SEARCH

SEARCH BY CITATION

Abstract

Objective

To examine predictors and health outcomes for individuals reporting arthritis, chronic joint symptoms (CJS), or sporadic joint symptoms (SJS) compared to those without arthritis or joint symptoms.

Methods

Data from the 2008 Canadian Community Health Survey (n = 63,134, ages ≥15 years) were used for the analyses. Respondents not reporting arthritis as a long-term chronic health condition diagnosed by a health professional were asked about joint symptoms, excluding the back and neck, over the past 12 months and whether these symptoms were present on most days in the past month (CJS) or not (SJS). Log Poisson regression was used to estimate prevalence ratios (PRs) for reporting arthritis, CJS, and SJS, and for reporting health outcomes (physical activity, pain that limits activity, activity limitation, poor/fair self-rated health, and poor/fair self-rated mental health) and health service use (visits to primary care physicians, specialists, physiotherapists, and chiropractors, and overnight hospital stays).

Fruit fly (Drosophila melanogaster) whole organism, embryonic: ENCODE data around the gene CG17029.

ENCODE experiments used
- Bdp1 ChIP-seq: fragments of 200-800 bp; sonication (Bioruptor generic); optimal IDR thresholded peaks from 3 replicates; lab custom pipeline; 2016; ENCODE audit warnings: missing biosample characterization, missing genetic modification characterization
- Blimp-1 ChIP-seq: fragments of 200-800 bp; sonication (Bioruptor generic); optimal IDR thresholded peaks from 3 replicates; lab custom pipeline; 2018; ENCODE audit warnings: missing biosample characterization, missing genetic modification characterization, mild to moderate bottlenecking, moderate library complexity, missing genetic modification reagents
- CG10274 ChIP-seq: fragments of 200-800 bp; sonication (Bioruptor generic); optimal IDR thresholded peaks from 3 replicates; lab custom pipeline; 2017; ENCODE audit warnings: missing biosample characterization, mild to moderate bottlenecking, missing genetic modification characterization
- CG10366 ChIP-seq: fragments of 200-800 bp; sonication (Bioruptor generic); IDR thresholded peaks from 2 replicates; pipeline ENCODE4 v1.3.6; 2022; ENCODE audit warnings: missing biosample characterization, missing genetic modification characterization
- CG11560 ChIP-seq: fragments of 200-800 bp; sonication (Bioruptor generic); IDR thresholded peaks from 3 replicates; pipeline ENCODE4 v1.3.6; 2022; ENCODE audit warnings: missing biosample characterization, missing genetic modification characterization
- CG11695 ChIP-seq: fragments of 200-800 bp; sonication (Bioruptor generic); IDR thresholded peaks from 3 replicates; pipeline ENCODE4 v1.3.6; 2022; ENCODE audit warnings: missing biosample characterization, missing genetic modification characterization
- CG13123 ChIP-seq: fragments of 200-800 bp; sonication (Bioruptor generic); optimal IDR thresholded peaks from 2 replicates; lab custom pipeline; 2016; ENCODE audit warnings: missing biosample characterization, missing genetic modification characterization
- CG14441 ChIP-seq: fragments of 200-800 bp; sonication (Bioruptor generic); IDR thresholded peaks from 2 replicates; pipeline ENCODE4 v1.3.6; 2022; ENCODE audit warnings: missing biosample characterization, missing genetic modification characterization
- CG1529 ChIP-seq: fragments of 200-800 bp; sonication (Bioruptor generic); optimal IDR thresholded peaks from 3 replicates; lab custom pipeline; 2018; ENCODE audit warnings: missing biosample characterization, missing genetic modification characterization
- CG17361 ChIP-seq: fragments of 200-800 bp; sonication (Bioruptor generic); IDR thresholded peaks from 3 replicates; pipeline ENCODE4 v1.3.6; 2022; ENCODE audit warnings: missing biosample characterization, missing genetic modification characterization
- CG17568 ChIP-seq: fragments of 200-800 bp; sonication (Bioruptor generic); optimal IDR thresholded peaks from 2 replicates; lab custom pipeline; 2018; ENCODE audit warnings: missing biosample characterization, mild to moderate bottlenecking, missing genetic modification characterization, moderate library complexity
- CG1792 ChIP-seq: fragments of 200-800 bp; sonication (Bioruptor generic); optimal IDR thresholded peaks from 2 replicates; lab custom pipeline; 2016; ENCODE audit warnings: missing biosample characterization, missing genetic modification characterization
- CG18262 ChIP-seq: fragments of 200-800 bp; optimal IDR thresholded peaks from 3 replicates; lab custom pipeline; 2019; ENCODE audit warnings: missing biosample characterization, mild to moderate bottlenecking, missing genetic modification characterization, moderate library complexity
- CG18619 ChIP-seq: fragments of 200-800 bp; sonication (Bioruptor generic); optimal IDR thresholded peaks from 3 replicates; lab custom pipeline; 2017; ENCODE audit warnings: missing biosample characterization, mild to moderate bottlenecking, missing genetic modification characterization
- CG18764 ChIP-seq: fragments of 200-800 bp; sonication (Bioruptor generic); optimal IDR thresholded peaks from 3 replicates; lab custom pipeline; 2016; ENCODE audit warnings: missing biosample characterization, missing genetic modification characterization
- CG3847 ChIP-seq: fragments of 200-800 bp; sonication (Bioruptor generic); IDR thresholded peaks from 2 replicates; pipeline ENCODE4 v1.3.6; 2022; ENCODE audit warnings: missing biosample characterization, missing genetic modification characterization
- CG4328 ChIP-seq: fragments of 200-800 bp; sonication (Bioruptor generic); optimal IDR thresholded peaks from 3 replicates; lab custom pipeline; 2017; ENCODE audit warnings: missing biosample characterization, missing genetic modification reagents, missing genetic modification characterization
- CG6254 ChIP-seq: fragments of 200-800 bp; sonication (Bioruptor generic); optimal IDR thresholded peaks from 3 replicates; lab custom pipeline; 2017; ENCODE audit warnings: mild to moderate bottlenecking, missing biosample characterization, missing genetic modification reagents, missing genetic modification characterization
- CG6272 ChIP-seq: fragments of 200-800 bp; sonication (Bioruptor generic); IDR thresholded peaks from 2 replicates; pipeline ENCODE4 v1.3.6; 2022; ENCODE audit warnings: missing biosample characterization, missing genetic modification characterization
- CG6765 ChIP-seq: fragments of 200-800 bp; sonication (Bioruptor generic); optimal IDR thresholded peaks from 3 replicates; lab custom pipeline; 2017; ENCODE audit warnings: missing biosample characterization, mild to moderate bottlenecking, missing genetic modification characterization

Results

Arthritis was reported by 16.0% of the population, CJS by 10.1%, and SJS by 11.6%. Individuals with arthritis were older than those with CJS or SJS. Women reported arthritis and CJS more often. After adjusting for age, sex, socioeconomic status, lifestyle factors, and comorbidities, PRs of all outcomes were higher for the arthritis and CJS groups than the SJS group, with no significant differences in PRs for the arthritis and CJS groups, except for pain that limits activity.

Conclusion

CJS were reported by 10% of the adult population. Similarities in outcomes to arthritis suggest that CJS have a substantial impact in the population, and that arthritis management advice is likely needed for this group.